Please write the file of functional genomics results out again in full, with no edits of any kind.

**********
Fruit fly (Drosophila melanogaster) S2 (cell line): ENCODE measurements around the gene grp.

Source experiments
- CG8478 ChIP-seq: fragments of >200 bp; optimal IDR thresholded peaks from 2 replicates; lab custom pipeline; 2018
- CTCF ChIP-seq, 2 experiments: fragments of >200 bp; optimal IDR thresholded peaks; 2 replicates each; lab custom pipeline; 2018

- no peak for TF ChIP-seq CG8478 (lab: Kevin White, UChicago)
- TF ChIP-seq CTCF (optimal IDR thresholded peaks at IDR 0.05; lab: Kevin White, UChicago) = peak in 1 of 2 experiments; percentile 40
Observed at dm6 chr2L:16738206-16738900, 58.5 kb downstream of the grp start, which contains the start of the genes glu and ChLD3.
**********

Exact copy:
Fruit fly (Drosophila melanogaster) S2 (cell line): ENCODE measurements around the gene grp.

Source experiments
- CG8478 ChIP-seq: fragments of >200 bp; optimal IDR thresholded peaks from 2 replicates; lab custom pipeline; 2018
- CTCF ChIP-seq, 2 experiments: fragments of >200 bp; optimal IDR thresholded peaks; 2 replicates each; lab custom pipeline; 2018

- no peak for TF ChIP-seq CG8478 (lab: Kevin White, UChicago)
- TF ChIP-seq CTCF (optimal IDR thresholded peaks at IDR 0.05; lab: Kevin White, UChicago) = peak in 1 of 2 experiments; percentile 40
Observed at dm6 chr2L:16738206-16738900, 58.5 kb downstream of the grp start, which contains the start of the genes glu and ChLD3.